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The Fit Fallacy

Frank Litvack, MD, addresses a common misconception about exercise and burning fat...

Myth: The more intense the exercise, the more weight one will lose.

Reality: Build slowly toward intense sessions, and vary them with cycles of lower and medium intensity for maximal fat burn and heart health.

Critical to optimizing weight loss is enhancing the burning of fat both during exercise and at rest. Studies show that exercise can change the biochemistry of muscle cells and make them preferentially burn fat over carbohydrates. Unfit people tend to burn glucose and glycogen before fat, but fitter individuals get into fat-burn mode more directly. Why is this important? First, most people have many more calories stored in fat than in glycogen, a carbohydrate that is stored in the liver and between muscle fibers. Second, it is the unsightly fat, not the invisible glycogen, that one wants to reduce. Finally, the burning of fat allows the muscles to produce more energy at a given cardiac output, which leads to greater exercise endurance and capacity. To optimize fat burn, consider training in eight- to 12-week cycles.

At the beginning of a new fitness regimen, exercise primarily below the so-called anaerobic threshold at a heart rate that allows oxygen in the tissues to drive the burn rather than going directly into the high-intensity no-oxygen zone. This allows more time before fatigue and lactic acid set in and increases exercise duration. A simple breathing test can measure one’s maximal oxygen consumption during exercise, and many high-end training facilities can conduct this test on site. It identifies an individual’s desired heart rate to maintain aerobic capacity, a zone in which one should be able to converse comfortably during exercise. Exercising for 45 to 60 minutes in this zone, three to four times per week, is optimal. Ideally, add a 90- to 120-minute exercise session once a week: Biking, jogging, or walking all fit the bill.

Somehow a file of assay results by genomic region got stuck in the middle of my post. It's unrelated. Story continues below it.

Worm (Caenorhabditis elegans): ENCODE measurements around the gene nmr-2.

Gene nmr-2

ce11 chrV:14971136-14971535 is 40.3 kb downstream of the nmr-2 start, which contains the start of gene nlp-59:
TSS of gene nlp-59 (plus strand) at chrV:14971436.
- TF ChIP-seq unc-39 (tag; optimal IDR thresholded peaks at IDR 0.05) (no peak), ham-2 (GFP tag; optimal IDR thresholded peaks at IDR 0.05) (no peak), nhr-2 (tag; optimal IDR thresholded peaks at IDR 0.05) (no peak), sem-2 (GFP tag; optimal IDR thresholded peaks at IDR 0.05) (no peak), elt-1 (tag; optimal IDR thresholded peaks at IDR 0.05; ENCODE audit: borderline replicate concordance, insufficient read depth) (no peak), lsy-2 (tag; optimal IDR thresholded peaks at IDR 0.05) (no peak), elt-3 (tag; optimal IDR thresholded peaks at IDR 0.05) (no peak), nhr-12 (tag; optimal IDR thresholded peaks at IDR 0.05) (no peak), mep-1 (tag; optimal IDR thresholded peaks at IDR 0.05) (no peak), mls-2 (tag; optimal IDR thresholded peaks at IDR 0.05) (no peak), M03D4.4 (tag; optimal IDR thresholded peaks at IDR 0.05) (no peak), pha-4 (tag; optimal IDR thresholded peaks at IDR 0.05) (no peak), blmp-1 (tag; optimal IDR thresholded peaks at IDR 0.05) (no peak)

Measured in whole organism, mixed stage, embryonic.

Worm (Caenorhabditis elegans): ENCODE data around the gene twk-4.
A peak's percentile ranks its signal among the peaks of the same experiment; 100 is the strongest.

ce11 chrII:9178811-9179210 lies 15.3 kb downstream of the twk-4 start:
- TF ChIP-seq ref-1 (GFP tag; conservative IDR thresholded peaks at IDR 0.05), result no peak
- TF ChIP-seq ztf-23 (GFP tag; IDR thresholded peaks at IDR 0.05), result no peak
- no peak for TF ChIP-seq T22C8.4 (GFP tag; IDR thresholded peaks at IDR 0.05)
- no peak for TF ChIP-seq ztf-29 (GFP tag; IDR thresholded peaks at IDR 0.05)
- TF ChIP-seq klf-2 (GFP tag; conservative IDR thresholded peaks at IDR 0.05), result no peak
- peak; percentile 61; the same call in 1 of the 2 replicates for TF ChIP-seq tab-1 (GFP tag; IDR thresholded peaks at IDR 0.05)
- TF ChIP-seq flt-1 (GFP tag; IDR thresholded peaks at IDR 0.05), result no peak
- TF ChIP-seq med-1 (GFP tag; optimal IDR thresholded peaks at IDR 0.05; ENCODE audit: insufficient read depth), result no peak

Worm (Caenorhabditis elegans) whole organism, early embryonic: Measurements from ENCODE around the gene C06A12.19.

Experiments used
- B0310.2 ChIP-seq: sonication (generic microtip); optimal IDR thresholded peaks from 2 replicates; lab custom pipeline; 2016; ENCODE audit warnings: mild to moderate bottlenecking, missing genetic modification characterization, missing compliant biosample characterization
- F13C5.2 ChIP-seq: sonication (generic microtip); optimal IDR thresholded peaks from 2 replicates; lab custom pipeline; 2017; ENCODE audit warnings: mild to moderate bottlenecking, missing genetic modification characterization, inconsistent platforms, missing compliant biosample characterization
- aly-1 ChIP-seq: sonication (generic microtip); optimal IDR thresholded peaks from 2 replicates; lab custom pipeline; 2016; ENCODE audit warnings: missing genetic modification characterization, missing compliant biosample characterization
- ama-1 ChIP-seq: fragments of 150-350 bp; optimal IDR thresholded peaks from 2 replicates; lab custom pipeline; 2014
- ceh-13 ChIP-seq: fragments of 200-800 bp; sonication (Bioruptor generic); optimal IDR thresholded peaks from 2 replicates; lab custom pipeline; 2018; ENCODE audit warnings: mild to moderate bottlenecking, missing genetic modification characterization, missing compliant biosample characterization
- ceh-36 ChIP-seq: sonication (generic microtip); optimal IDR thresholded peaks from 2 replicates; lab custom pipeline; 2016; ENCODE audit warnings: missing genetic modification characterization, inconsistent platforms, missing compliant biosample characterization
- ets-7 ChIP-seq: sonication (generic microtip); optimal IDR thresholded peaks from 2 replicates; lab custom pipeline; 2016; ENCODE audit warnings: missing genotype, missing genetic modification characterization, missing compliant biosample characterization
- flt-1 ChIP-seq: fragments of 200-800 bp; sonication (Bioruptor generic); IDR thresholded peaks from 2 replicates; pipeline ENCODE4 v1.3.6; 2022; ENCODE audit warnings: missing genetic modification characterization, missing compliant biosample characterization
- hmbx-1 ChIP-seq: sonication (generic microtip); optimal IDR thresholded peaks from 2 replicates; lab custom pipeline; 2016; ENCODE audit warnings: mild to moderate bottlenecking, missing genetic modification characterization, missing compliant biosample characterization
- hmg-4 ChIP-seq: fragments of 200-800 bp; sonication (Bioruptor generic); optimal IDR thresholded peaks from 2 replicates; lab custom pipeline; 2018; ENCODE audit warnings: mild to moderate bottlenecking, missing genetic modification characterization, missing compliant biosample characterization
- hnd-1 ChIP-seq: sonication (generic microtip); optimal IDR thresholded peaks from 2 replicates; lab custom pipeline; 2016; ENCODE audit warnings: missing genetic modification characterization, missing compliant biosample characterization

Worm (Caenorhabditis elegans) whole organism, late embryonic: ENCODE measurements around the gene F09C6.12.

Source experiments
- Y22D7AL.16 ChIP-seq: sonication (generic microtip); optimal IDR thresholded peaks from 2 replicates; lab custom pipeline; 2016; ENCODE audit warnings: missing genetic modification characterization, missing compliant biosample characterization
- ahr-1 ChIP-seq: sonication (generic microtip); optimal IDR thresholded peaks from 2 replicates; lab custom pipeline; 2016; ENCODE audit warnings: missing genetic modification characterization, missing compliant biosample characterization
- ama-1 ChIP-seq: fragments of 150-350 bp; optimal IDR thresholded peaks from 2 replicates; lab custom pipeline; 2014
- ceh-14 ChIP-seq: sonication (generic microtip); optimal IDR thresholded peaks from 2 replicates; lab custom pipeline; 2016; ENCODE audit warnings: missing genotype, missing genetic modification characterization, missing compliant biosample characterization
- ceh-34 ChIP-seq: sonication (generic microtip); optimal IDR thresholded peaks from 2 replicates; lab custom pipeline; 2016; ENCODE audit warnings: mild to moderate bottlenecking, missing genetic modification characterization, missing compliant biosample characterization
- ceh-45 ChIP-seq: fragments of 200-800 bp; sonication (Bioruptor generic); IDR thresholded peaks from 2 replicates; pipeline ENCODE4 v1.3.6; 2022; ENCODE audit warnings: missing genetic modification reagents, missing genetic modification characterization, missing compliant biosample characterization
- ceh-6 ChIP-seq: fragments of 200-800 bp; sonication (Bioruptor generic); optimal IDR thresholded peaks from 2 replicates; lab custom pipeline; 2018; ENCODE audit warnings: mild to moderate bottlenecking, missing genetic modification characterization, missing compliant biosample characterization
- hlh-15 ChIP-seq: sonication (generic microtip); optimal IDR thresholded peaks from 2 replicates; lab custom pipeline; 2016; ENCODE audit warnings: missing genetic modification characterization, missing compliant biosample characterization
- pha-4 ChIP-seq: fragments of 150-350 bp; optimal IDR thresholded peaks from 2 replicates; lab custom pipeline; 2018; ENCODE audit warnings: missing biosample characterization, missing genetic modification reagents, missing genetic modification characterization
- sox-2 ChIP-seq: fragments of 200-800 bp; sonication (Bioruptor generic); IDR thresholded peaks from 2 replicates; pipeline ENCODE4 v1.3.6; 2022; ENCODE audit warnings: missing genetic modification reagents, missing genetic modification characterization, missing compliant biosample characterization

After eight to 12 weeks, begin cycling in periods of higher-intensity exercise. Working at a high intensity all the time is a big mistake; not only does this wear the body down, but persistent high-intensity exercise may be counterproductive due to increased hunger and cortisol secretion. Cortisol is an adrenal hormone that in excess can result in central abdominal fat deposition. After establishing a base level of fitness in the initial eight- to 12-week low-intensity training cycle, one can begin sequential eight-week cycles of medium- and higher-intensity exercise to boost optimal fitness. Do no more than eight weeks of high-intensity training before cycling back down to lower intensities.

Strength training and lean body mass are other critical components of fitness, particularly since muscle mass is lost beyond age 40. Because muscle consumes energy, increased muscle mass raises baseline daily caloric burn. A balanced muscle-strengthening routine will involve as much pulling as pushing actions, with a focus on critical muscles such as the latissimus dorsi and rhomboids in the back, glutes, and hamstrings, with a somewhat lesser focus on vanity muscles such as the biceps and triceps. Seek the counsel of an exercise coach or physiotherapist to learn how to strengthen these muscle groups safely. Such smart exercise will allow one to maintain (or improve) body weight and boost performance, as well as reduce the risk for injury.

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